Michael Tien ... the new 'King of Kowloon'?
Aspirants in local elections often trumpet their links to the community and this seems to be the case once more with Michael Tien Puk-sun. The former chairman of the Kowloon-Canton Railway Corporation, who is tipped to make his political debut in this year's Legislative Council election, has been staking his claim to a seat in the Kowloon West geographical constituency. Mr Tien, who is also chairman of the clothing company G2000 Group, told reporters: 'I grew up in Kowloon. I was born in Tsim Sha Tsui, then moved to Boundary Street, then to Somerset Road and later to Mong Kok.'
And for any journalists who were unconvinced, the newly-elected Hong Kong deputy to the National People's Congress, continued: 'Now my biggest G2000 shops are on Sai Yeung Choi Street, Nathan Road and Harbour City, Tsim Sha Tsui.' Asked if he would canvas support from staff in his Kowloon shops, Mr Tien was quick to add that most of his staff lived in the New Territories.
Confidential papers leaked to test the water
First it was the budget. Then came the medical reform consultation paper. Political watchers were intrigued by the massive leak of details of documents normally stamped 'confidential'. And it wasn't just government-friendly newspapers that had a few scoops - certain other newspapers were also given titbits from the supposedly confidential documents. A source said that government officials saw the need for publicity on key issues such as health-care financing ahead of the formal announcements. 'The subject is so complicated. Sometimes, it makes sense to leak the key elements to help the public understand it,' he said.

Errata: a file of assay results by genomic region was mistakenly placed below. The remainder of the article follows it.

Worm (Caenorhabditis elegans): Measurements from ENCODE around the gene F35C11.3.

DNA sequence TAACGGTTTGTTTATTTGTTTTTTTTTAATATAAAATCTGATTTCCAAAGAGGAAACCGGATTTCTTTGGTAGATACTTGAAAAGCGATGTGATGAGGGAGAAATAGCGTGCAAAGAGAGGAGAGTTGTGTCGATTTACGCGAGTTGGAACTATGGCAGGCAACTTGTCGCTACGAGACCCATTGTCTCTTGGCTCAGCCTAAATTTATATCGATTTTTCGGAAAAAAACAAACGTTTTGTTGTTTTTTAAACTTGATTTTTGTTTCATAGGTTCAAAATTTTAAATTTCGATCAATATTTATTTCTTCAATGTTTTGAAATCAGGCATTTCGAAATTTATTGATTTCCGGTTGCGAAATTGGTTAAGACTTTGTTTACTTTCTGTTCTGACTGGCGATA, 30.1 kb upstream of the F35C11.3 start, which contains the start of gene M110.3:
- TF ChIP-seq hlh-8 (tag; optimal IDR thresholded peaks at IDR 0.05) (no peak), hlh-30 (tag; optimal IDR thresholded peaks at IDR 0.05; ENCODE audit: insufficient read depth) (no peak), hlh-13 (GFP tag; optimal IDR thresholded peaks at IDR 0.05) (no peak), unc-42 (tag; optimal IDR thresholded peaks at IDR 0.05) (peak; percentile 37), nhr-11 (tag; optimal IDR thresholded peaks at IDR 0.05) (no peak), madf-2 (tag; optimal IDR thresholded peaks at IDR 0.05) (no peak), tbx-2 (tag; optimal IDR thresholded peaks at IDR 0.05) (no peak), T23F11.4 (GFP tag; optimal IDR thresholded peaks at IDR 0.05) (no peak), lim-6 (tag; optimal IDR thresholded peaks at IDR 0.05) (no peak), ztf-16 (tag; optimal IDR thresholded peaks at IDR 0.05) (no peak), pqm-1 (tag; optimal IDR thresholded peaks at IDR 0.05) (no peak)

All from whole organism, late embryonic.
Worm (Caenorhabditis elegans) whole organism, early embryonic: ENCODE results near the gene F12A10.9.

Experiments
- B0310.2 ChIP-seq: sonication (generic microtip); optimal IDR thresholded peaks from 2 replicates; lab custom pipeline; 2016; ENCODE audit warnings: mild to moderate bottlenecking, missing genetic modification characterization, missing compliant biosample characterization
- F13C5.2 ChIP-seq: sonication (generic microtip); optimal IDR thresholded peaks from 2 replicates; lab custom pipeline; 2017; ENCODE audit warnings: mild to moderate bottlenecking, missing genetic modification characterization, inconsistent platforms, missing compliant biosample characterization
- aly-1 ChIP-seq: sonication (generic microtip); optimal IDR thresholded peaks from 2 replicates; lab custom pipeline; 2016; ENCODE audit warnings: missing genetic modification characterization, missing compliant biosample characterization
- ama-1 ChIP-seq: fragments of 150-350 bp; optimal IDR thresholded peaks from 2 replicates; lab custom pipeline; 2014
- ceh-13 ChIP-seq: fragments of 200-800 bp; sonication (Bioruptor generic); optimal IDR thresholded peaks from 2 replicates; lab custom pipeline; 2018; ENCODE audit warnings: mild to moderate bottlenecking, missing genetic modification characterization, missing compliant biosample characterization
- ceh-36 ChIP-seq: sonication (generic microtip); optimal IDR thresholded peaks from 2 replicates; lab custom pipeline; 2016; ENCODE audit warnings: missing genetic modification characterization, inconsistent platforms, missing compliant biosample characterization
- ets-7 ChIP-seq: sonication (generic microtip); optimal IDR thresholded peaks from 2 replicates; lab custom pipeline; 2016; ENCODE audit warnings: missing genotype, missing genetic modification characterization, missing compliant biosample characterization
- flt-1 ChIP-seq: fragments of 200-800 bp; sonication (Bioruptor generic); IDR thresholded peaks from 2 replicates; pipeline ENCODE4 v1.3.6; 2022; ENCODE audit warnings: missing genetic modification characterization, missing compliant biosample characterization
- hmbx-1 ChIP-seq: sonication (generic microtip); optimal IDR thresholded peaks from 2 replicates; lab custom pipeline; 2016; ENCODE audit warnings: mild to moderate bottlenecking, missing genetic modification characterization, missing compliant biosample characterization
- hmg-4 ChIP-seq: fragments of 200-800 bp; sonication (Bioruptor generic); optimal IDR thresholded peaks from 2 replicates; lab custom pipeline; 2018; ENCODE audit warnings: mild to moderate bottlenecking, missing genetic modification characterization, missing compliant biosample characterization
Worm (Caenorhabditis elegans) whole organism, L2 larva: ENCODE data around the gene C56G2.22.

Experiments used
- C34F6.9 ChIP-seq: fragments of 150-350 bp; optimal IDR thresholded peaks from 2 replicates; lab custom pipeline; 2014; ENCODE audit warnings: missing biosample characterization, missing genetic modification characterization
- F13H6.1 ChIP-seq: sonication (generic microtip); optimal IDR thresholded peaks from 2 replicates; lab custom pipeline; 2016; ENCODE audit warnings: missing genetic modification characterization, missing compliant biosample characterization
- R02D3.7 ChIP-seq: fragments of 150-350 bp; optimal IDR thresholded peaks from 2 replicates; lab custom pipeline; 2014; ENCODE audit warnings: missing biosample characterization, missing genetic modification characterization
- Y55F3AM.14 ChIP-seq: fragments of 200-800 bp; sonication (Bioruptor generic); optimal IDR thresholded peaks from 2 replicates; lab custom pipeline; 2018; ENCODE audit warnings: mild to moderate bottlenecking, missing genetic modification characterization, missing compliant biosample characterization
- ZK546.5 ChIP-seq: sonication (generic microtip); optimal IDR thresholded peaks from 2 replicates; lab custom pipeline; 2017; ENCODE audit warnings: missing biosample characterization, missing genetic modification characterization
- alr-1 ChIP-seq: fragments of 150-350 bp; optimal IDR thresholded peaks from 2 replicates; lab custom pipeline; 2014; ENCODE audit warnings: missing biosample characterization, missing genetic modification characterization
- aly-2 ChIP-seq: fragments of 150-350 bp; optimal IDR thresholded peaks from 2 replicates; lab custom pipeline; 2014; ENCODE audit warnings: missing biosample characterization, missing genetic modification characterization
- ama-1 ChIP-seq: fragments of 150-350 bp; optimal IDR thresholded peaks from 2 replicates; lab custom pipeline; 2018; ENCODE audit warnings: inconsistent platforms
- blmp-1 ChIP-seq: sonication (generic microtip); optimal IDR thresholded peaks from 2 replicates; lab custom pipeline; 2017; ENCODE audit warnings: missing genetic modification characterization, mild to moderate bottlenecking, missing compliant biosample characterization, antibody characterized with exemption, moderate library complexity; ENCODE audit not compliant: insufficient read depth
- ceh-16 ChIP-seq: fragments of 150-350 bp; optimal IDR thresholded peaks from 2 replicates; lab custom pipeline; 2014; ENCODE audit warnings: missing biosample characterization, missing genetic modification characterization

Life's a balanced budget for finance chief
Even though polls show him as the government's most popular official, Financial Secretary John Tsang Chun-wah has been modest in his self-appraisal of the month-long budgetary exercise. Writing in his blog, Mr Tsang says: 'I feel like I just finished an exam!' He is glad his maiden budget received a positive response, but says there is no time to relax and warns of the challenges ahead. Mr Tsang also expounds his philosophy - 'the art of balancing' - which helps him get things done. 'Bicycles cannot move forward without balance. Elderly people can only practise tai chi if they manage to maintain balance. Young people need a balance between study and entertainment, family and friends ...'
Cold discomfort for sneezing Democrat
Everyone who knows the history of the Sars outbreak will remember how a single sneeze caused ripples around the world. Yesterday, Democratic legislator James To Kun-sun described the damage that one of his own sneezes has caused. Mr To recounted how 10 days ago, while attending an environmental conference in Taiwan, he was checking out of the hotel and carrying his luggage when he let rip a shuddering sneeze. The force was apparently so great that he had since suffered damage to his lower back, and had to undergo six sessions of physiotherapy as well as take traditional Chinese remedies. And the cause of this spine-shattering sneeze? 'I have absolutely no idea. A few days ago I had a slight cold, which exacerbated the pain, but at the time I did not have a cold,' he said.